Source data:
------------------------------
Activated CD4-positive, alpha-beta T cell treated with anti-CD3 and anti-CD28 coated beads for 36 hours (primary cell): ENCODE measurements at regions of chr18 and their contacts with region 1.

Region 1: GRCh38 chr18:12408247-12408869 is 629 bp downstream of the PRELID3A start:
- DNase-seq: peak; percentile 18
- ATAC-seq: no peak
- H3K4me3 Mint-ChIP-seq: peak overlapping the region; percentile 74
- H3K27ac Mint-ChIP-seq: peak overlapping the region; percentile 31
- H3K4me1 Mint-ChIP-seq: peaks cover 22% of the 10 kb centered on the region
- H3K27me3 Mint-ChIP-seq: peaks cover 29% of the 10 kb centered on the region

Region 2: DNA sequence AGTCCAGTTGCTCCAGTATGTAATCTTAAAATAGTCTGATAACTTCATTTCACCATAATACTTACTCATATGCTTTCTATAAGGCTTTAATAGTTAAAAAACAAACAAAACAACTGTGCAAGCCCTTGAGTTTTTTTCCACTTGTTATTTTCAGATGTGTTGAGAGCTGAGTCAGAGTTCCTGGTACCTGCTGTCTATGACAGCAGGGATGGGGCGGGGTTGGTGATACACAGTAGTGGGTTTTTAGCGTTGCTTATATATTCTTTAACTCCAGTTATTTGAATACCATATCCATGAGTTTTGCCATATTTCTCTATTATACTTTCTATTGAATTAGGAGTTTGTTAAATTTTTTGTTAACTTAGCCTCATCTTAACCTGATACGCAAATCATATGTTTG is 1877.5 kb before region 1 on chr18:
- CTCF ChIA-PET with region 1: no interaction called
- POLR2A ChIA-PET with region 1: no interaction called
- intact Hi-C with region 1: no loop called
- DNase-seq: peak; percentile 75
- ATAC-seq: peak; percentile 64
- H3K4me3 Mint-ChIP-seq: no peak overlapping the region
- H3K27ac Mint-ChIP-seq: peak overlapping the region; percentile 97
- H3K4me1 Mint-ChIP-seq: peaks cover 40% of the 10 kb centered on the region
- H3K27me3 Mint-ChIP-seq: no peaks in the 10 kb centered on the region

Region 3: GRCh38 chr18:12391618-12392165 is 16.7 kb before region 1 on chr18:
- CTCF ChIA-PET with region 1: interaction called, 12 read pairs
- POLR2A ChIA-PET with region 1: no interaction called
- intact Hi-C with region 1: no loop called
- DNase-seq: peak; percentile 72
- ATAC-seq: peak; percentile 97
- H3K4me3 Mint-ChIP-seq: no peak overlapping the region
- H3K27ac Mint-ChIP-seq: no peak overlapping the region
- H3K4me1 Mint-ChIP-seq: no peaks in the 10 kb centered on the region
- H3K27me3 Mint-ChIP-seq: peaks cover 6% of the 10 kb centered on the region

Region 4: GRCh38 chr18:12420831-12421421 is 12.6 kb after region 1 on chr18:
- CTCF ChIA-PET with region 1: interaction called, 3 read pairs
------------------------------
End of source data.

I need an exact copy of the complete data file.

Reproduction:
Activated CD4-positive, alpha-beta T cell treated with anti-CD3 and anti-CD28 coated beads for 36 hours (primary cell): ENCODE measurements at regions of chr18 and their contacts with region 1.

Region 1: GRCh38 chr18:12408247-12408869 is 629 bp downstream of the PRELID3A start:
- DNase-seq: peak; percentile 18
- ATAC-seq: no peak
- H3K4me3 Mint-ChIP-seq: peak overlapping the region; percentile 74
- H3K27ac Mint-ChIP-seq: peak overlapping the region; percentile 31
- H3K4me1 Mint-ChIP-seq: peaks cover 22% of the 10 kb centered on the region
- H3K27me3 Mint-ChIP-seq: peaks cover 29% of the 10 kb centered on the region

Region 2: DNA sequence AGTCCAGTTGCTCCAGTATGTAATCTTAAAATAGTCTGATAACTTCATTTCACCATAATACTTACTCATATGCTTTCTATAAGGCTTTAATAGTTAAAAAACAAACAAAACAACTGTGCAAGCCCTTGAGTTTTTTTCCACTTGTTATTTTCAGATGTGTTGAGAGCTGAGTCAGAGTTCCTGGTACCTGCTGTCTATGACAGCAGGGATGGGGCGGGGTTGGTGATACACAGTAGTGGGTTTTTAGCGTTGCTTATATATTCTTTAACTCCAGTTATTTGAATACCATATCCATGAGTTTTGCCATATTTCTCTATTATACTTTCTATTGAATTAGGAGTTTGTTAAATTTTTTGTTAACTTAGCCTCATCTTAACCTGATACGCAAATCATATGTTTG is 1877.5 kb before region 1 on chr18:
- CTCF ChIA-PET with region 1: no interaction called
- POLR2A ChIA-PET with region 1: no interaction called
- intact Hi-C with region 1: no loop called
- DNase-seq: peak; percentile 75
- ATAC-seq: peak; percentile 64
- H3K4me3 Mint-ChIP-seq: no peak overlapping the region
- H3K27ac Mint-ChIP-seq: peak overlapping the region; percentile 97
- H3K4me1 Mint-ChIP-seq: peaks cover 40% of the 10 kb centered on the region
- H3K27me3 Mint-ChIP-seq: no peaks in the 10 kb centered on the region

Region 3: GRCh38 chr18:12391618-12392165 is 16.7 kb before region 1 on chr18:
- CTCF ChIA-PET with region 1: interaction called, 12 read pairs
- POLR2A ChIA-PET with region 1: no interaction called
- intact Hi-C with region 1: no loop called
- DNase-seq: peak; percentile 72
- ATAC-seq: peak; percentile 97
- H3K4me3 Mint-ChIP-seq: no peak overlapping the region
- H3K27ac Mint-ChIP-seq: no peak overlapping the region
- H3K4me1 Mint-ChIP-seq: no peaks in the 10 kb centered on the region
- H3K27me3 Mint-ChIP-seq: peaks cover 6% of the 10 kb centered on the region

Region 4: GRCh38 chr18:12420831-12421421 is 12.6 kb after region 1 on chr18:
- CTCF ChIA-PET with region 1: interaction called, 3 read pairs